Sophie Scholl was a German student and revolutionary, active within the White Rose non-violent resistance group in Nazi Germany. She was convicted of high treason after having been found distributing anti-war leaflets at the University of Munich with her brother Hans on February 18,1943. As a result, they were both executed by guillotine on February 22, 1943.
Her final words: “How can we expect righteousness to prevail when there is hardly anyone willing to give himself up individually to a righteous cause?”
I’ve been thinking a lot about Sophie’s life and how willing she was to stand against the evil taking place in her own country, even up to the point of her own death. She serves as a reminder that we are not obligated to the status quo, to think and do things simply because almost everyone else is. But she also serves as a reminder that the status quo does not like to be challenged, and resisting it comes at a cost.
It seems, as I scroll through my social media feeds, we have become obsessed with the concept of change. I say the concept of change because many people are talking about change, and looking to public figures to effect change. We say we want change, but we often want someone else to make it, and we certainly want someone else to shoulder the cost.
I wonder how many of us are actually willing to look at our own lives and do anything differently that would effect change in our own lives and the lives of the people around us. I wonder if it’s because we don’t feel empowered to stand up and do things differently as individuals, or if it’s because we’re complacent, or if we’re just lazy.
This year, I’ve had to ask myself this (and I challenge you to ask it of yourself): “If I want change, am I willing to do things differently? And if I do things differently, am I willing to absorb the cost?”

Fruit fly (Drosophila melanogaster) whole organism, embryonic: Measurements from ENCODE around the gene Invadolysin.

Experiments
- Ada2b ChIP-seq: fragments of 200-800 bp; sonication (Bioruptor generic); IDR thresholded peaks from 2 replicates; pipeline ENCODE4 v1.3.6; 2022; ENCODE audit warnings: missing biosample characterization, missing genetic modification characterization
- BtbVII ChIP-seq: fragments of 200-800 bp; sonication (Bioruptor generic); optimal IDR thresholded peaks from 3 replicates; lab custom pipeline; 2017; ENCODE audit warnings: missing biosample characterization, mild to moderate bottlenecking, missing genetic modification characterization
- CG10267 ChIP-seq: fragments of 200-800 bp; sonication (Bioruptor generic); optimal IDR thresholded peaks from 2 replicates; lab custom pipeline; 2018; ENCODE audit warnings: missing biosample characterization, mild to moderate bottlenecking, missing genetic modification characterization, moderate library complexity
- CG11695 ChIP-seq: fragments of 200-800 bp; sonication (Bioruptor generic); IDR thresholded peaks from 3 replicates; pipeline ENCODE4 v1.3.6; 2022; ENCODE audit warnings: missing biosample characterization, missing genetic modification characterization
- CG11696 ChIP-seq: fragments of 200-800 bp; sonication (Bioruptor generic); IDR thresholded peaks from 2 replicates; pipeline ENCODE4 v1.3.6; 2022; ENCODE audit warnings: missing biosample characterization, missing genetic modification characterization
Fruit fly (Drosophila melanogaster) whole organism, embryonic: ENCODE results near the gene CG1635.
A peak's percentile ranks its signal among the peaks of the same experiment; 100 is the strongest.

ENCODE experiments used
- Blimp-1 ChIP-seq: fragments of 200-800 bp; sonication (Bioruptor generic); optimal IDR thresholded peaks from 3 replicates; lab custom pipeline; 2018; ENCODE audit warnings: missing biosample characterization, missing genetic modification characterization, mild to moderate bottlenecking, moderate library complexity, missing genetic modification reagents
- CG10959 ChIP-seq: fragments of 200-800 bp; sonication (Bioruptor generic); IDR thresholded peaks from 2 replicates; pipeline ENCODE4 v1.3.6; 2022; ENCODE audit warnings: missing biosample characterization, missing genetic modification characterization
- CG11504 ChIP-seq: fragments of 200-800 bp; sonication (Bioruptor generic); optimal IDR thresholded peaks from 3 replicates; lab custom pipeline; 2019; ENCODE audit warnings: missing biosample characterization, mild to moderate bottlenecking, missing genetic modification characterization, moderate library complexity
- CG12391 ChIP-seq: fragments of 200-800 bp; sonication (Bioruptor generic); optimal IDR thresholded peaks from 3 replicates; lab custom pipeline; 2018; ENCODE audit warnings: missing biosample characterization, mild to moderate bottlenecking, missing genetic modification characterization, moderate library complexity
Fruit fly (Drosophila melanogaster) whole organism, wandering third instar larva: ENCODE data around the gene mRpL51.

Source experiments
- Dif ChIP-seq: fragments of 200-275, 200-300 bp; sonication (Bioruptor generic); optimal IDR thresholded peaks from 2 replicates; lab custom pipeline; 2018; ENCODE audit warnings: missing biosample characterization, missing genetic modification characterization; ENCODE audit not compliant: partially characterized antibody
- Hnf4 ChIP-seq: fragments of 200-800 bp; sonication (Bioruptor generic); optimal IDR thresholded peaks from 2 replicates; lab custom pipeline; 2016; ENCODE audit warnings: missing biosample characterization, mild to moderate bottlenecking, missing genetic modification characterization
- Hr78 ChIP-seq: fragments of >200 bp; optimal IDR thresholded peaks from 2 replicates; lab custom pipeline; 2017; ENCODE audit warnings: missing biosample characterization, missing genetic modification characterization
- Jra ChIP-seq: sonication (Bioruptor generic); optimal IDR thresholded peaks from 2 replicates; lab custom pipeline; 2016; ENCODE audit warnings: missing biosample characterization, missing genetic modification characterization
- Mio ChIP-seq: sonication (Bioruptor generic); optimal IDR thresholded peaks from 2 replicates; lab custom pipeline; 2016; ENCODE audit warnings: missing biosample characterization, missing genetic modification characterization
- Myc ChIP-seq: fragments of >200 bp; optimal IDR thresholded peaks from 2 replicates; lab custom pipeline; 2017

Voting is important. It’s one of the ways we are privileged to effect change here in the United States. But. It’s only one way. The best, most effective changes are made close to home: the ones that come from our hearts, that change our lives, our families, our communities, our jobs, our churches. The ones where we decide it doesn’t matter what anybody else is doing, this – this is how we will live our lives.
And if we’re being honest, those are not hard decisions to make here in the United States. We are not likely to be killed, tortured, or imprisoned for thinking or doing things differently. At most, we might be criticized and lose friends. A time may come when that’s not the case, a time when rising up against a tide of evil for what we know is right will cost us more and more and more.
So it’s important that now, while we are still free to choose with relative comfort, to get out of the habit of thinking and doing anything because we think everyone else is doing it, and get into the habit of thinking and doing what we know to be right, regardless of the cost. We must get away from the idea that change is big and always at a grand level, when often it is behavior by behavior at the individual level.
If we want to see more generosity, let us be more generous.
If we want to see more accountability, let us make ourselves accountable.
If we want to see a better work ethic in this generation, let us work harder, and for things that matter.
If we want to see a healthier environment and economy, let our personal decisions reflect that desire.
But let’s abandon the idea that change is up to everyone else. Because it’s not. It’s up to us.
How will YOU burn?